They have it all. The platform. The connections. The image. And, of course, the talent. But what’s missing? Why is there no buzz about Nasty Cherry, the four-piece all-female band created by Charli XCX? Usually, I am extremely aware of pop culture happenings like this because of Twitter and such, but I had not heard of this band until Netflix recommended its show, “I’m with the band: Nasty Cherry.” Nasty Cherry had not crossed my newsfeed once, and this intrigued me, because not only do I love Charli XCX, but I love a good girl band. I wanted to figure out why no one was talking about them.
“I’m with the band” is the Netflix docuseries that follows XCX and the four lucky strangers that she chose to form Nasty Cherry. Charli XCX, a successful pop star and gay icon, attempts to play the Simon Cowell role by creating a band out of strangers, the way Cowell did with One Direction. The show follows the band’s journey from their first encounters with each other to the release of their first single, “Win.”
The four members include Gabi Bechtel, Chloe Chaidez, Georgia Somary and Debbie Knox-Hewson. Not only were these four girls strangers but some of them didn’t even have experience in music. While Chaidez had experience with her own successful band, Kitten, Bechtel had never even sung before and Somary had never even picked up a bass until XCX called. XCX chose these individuals because she knew they would look good together and saw potential in them. The catch, though, was that, while they might look good together, there was no guarantee that they were going to connect as a band, let alone produce good music.
Charli XCX basically throws these girls into a house and expects them to walk out being the biggest stars in the world. The entire show is centered on these girls trying to make it in the industry under the guidance of Charli XCX. They have access to all of her connections and resources, but the members just didn’t seem to click.
Now don’t get me wrong, the show is entertaining because of the interesting dynamic between the girls. There is this whole conflict between Somary and Chaidez having to do with the fact that Kitten is still a working band and Chaidez just isn’t as committed to Nasty Cherry as the other band’s members. There is also this tension between the girls that are experienced musicians and the ones that aren’t, which is one of the main reasons that the show is entertaining but also one of the main reasons for the band’s lack of success.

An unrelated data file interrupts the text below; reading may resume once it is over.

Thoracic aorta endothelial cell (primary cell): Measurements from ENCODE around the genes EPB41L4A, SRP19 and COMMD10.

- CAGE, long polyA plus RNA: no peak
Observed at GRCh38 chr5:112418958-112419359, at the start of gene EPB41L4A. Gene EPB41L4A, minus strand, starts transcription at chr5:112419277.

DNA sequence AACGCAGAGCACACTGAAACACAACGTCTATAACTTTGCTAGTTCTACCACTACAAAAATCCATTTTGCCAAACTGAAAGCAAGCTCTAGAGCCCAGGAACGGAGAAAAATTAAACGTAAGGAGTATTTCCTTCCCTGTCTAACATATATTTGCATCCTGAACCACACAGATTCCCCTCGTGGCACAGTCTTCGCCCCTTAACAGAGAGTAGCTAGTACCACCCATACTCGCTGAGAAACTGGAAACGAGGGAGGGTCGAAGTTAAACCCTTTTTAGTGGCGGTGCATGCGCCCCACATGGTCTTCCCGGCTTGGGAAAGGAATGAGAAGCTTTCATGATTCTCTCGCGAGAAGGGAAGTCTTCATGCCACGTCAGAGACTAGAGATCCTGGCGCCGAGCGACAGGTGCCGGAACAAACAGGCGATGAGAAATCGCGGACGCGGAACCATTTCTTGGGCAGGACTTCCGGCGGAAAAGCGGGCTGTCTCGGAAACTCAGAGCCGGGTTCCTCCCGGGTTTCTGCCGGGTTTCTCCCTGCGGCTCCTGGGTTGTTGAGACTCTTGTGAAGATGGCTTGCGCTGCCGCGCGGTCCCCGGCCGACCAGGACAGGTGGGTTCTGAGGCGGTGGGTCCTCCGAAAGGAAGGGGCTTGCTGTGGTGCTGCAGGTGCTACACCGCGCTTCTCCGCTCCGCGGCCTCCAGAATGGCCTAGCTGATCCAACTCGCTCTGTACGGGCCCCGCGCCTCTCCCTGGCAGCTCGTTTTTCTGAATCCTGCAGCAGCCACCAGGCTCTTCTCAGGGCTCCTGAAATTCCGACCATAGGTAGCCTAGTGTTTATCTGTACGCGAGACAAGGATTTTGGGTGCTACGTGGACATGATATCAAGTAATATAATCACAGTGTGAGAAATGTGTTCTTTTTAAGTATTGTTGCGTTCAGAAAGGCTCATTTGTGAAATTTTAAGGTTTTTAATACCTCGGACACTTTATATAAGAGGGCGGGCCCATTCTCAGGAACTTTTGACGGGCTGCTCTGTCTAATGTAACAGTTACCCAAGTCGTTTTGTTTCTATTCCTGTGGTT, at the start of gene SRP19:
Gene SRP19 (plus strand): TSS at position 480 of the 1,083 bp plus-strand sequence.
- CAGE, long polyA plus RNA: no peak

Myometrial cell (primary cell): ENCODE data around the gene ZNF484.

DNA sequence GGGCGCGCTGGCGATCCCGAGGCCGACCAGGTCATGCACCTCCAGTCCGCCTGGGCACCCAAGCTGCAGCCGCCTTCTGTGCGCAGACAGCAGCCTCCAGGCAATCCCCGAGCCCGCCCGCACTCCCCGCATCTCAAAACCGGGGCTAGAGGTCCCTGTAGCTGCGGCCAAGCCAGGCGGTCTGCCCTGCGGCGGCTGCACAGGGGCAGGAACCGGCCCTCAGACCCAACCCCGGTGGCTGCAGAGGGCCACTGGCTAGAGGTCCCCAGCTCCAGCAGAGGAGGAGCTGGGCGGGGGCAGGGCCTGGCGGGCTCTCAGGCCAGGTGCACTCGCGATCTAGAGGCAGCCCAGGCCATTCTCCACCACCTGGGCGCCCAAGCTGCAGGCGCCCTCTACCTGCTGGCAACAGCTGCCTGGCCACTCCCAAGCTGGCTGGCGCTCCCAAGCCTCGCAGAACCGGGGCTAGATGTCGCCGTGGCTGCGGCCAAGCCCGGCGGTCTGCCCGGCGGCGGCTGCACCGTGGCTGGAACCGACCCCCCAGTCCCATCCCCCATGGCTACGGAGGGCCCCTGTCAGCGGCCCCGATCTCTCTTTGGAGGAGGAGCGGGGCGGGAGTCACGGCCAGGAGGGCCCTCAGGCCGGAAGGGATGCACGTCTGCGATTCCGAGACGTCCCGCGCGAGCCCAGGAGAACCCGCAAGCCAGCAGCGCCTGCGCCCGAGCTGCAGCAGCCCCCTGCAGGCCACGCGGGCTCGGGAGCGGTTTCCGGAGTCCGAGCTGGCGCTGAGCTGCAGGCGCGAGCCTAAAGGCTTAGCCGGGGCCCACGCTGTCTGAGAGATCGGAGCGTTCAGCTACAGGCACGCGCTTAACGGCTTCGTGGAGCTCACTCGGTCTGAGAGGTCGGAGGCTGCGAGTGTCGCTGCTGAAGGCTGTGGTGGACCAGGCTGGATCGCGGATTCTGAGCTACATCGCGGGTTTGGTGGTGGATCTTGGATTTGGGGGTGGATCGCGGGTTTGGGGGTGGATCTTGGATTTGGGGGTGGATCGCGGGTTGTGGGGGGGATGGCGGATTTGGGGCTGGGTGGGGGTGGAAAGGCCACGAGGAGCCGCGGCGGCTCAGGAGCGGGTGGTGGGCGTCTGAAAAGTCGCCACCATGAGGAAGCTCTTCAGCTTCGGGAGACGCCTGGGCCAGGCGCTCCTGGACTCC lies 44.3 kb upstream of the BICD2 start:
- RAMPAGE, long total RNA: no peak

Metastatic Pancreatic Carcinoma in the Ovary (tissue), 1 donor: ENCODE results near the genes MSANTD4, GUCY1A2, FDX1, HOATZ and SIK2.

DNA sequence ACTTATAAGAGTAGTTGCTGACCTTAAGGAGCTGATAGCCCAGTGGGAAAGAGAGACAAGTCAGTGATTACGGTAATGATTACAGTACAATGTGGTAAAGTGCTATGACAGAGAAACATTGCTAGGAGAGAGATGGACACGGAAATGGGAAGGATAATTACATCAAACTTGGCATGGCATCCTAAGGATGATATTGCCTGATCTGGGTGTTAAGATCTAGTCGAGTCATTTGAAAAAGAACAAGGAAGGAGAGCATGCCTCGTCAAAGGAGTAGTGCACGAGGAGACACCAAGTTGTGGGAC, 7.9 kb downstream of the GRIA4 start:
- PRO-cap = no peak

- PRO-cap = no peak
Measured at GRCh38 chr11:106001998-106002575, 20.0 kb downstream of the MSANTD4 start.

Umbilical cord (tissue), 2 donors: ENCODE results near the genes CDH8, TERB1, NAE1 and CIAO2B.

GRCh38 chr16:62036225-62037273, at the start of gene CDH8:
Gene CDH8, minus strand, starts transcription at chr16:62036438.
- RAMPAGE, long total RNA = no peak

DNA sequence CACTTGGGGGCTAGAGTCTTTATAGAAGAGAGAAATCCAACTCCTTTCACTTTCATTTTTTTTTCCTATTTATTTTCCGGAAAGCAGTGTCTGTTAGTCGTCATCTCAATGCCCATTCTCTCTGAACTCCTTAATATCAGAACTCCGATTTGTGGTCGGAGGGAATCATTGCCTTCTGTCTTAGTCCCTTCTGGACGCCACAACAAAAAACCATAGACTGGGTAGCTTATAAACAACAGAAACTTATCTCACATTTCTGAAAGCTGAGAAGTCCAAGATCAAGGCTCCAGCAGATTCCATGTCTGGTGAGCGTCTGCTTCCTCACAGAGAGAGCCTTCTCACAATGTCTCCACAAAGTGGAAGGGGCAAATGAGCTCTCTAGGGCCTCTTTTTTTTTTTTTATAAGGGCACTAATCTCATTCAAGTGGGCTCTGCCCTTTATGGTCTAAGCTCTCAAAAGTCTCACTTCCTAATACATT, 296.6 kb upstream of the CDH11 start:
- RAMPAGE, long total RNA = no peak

According to Spotify, Charli XCX has over 10 million monthly listeners, while Nasty Cherry only has a little over 140,000 listeners. XCX has the ability to reach all of those people with her music, yet very little of her audience has caught onto Nasty Cherry’s sound.
While the show has its entertaining moments, the girls in Nasty Cherry are difficult to connect with. Making people connect with you is one of the main reasons artists are successful, and they just don’t do it for me. I was entertained through all six episodes, but I didn’t fall in love with the band members like I thought I would. The docuseries made their friendship seem disingenuous and forced, which made me feel less passionate about their music and less connected to them as people in general.
Going into this show, I wanted to love this band. I love Charli XCX and everything she does. And, I have a soft spot for all-female bands, especially when they play their own instruments. And here was this whole series that devotes itself to all of the behind-the-scenes work that I am a sucker for. But after a few episodes, I found myself waiting for that special moment, the type of moment similar to when the audience of “Justin Bieber: Never Say Never” finds out that Justin Bieber sold out Madison Square Garden in 22 minutes.
The equivalent moment in Nasty Cherry terms is when they sold out The Moroccan Lounge in Los Angeles, which is a venue that only holds fewer than 300 people. And the moment just didn’t have the same effect.
The music, however, is the most disappointing part. After investing six episodes of my life into Nasty Cherry, it was quite heartbreaking to listen to their mediocre music. Tracks like “Win” and “F*** Modern Love” are the only standout songs. You would think that because they have the advantage of showing their audience the behind-the-scenes part of making music, people would be more attracted to it, but that is not the case.
The rest of their EP, entitled “Season 1,” is filled with songs that sound like they have been done before, a standard attempt at pop punk that’s less organic than 5 Seconds of Summer. Most of their tracks sound like poorly produced house beats with a single guitar riff intended to let the audience know they are influenced by punk even as the most superficial lyrics struggle to convey any kind of meaning. None of their lyrics really make sense: “I’ve got brain soup when I’m with you, been looking at your hair for so long… cause everything you do is so wrong.”
There is a reason that no one is talking about Nasty Cherry on Twitter, a platform that praises the floor that Charli XCX walks on, and that is because of the band’s music. They have all of the ingredients for success: the image, the talent and the platform. The only things that they are missing are some key aspects of success: good music and a dedicated audience.